Editorial: People’s Capitalism

It had to come and here it is—”People’s Capitalism,” the description given to the U.S.A. in an advertisement of General Electric (New Yorker, June 16, 1956). We have had “peoples’ democracies,” the name given by Communists to Russia and her East European Satellites—now admitted to be thug-ridden police-states. We have had “people’s courts” in the same countries, where framed-up victims of political and personal vendettas “confess” to non-existent crimes. We have been told that this is the century of “the common man,” in which the common man is not only exploited, conscripted, intimidated and humiliated—just as he was in the century before—but in which, in addition, he is now expected to take pride in being master of his fate. Oscar Wilde’s definition of democracy seems to be particularly appropriate, “bludgeoning of the people by the people, for the people.”
The General Electric claims that American Capitalism is quite different from Capitalism anywhere else:—

“Around the world me term ‘capitalism’ has been applied to economic systems which bear little resemblance to each other. Our American brand of capitalism is distinctive and unusually successful because it is a ‘people’s capitalism.’ All the people share in its responsibilities and benefits.”

The advertisement goes on to list the ways in which the American brand is supposed to differ from the others—and in almost every particular the list shows the falsity of the claim. Those who run Capitalism in London, Delhi, Moscow, Warsaw, governments in all the continents, all the Powers, big, medium and small, make almost identical claims. Here are the eight principles in which Americans are said to believe:—”We believe in providing opportunities for the individual to develop himself to his maximum potential mass production and low prices; high wages, high productivity and high purchasing power; “we in America believe in innovation and in scrapping the obsolete”; instalment buying; shorter hours and more leisure; “broad share ownership of American business . . . and almost everyone indirectly owns shares through insurance policies, savings banks, pension plans, mutual funds, bank accounts and other investments ”; “and finally, we in America believe deeply in competition versus the cartel.”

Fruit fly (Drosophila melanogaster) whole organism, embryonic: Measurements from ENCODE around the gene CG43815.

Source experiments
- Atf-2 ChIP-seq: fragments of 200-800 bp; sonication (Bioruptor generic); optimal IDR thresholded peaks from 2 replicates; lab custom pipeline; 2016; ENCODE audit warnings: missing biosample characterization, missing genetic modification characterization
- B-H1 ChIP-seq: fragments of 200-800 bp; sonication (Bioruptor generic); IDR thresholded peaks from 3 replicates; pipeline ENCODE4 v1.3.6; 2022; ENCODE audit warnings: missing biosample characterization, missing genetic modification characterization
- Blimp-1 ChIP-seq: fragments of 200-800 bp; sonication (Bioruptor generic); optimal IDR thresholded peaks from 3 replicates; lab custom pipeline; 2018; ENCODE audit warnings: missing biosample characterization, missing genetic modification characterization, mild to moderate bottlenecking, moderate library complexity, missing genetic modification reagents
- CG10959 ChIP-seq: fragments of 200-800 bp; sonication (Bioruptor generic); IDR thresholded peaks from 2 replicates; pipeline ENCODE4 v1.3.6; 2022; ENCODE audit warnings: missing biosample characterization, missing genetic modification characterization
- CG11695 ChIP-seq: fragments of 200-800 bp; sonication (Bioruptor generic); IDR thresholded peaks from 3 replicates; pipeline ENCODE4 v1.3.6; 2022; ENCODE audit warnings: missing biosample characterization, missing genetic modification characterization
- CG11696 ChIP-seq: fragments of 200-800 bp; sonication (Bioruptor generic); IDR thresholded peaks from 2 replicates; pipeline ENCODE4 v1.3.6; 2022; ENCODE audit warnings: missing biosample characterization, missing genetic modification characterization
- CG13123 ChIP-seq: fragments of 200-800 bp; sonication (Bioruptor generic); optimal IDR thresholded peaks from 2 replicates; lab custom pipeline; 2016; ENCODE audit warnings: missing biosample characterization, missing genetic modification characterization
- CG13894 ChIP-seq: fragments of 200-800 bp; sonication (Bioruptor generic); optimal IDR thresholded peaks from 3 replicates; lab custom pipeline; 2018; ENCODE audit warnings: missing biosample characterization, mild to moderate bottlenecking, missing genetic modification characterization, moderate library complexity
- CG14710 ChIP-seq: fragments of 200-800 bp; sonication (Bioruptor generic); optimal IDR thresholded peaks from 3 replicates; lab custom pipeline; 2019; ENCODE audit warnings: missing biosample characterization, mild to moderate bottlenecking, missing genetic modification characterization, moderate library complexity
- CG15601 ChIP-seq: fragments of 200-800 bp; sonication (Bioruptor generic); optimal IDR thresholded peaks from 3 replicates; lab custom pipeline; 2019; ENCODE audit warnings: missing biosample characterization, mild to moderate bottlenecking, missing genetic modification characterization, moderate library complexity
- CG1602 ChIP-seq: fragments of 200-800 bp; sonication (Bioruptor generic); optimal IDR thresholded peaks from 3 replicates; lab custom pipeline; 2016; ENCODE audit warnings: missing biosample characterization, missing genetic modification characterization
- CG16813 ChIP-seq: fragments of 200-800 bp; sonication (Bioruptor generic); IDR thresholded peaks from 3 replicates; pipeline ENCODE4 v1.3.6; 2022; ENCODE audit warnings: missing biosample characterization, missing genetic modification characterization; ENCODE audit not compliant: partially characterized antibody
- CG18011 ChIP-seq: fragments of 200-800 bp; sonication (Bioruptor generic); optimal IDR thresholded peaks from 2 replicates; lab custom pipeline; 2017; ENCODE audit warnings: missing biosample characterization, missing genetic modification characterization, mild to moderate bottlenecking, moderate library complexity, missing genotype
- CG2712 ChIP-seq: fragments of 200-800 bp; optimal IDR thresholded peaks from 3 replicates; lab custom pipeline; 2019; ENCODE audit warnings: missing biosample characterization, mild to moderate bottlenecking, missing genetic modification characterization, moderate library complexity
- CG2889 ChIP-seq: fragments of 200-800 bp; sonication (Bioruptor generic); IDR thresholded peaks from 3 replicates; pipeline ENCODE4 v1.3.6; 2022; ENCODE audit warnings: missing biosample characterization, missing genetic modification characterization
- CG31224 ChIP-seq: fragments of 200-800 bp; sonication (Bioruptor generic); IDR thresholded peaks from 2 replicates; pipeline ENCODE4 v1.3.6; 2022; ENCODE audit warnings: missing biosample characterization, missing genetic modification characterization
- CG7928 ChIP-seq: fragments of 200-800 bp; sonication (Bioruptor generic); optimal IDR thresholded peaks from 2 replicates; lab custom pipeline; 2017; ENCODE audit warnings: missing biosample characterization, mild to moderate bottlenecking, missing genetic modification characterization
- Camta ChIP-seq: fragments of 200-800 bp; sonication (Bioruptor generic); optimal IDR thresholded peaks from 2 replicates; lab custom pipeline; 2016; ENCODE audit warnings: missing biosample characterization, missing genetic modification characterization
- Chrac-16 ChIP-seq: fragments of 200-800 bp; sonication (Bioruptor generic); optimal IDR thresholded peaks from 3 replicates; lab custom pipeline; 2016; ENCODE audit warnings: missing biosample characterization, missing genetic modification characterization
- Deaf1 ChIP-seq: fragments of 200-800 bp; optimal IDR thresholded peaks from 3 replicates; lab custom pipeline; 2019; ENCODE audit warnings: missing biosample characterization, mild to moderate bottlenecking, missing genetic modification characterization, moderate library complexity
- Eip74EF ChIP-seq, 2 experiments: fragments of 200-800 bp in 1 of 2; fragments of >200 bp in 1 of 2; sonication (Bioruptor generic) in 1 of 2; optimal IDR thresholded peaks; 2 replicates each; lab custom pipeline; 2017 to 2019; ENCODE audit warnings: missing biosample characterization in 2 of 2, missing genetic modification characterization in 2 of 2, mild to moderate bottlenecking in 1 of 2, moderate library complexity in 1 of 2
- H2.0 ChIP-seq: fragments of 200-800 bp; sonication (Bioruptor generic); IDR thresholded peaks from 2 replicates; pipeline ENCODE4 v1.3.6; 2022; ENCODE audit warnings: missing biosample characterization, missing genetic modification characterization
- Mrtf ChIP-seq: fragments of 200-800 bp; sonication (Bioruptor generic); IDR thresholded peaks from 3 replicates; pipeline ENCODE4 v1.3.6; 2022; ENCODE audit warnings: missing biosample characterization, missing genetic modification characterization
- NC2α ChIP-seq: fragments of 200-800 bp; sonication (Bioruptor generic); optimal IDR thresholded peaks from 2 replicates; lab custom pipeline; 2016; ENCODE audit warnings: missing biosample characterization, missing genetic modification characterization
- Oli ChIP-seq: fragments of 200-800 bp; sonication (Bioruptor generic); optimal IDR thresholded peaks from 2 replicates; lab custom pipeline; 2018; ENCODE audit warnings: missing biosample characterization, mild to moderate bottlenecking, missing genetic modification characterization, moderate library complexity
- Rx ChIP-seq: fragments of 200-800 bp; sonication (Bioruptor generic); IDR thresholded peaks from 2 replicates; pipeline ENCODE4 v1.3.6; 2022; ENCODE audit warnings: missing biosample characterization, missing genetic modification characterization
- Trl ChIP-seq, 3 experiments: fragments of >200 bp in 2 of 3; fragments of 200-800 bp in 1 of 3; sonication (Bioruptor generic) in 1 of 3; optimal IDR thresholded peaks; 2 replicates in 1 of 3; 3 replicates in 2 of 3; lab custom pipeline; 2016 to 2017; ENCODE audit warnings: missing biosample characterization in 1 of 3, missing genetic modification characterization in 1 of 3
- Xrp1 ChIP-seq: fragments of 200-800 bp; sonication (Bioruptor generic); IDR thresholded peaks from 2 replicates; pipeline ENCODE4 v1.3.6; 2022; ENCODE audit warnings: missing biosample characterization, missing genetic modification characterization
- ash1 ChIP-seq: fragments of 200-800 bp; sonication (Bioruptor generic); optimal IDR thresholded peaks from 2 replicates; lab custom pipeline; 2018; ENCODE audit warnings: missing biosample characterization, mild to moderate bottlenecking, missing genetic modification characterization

So little does Capitalism in the different countries differ from the above eight-point declaration that an all-in conference of Governments in United Nations would probably vote unanimously for a resolution embodying them—and then each Minister would go home to preserve the realities of Capitalism, poverty for the mass, and wealth and privilege for the few. Capitalism takes on many masks and disguises, and ingenious party vote-catchers have invented innumerable names and slogans to make capitalism acceptable to its victims, but everywhere its economic features (production, for sale and profit, the system of wage-labour, and capital investment in company shares and government bonds) sufficiently conform to a common pattern amply to justify the common destination capitalism.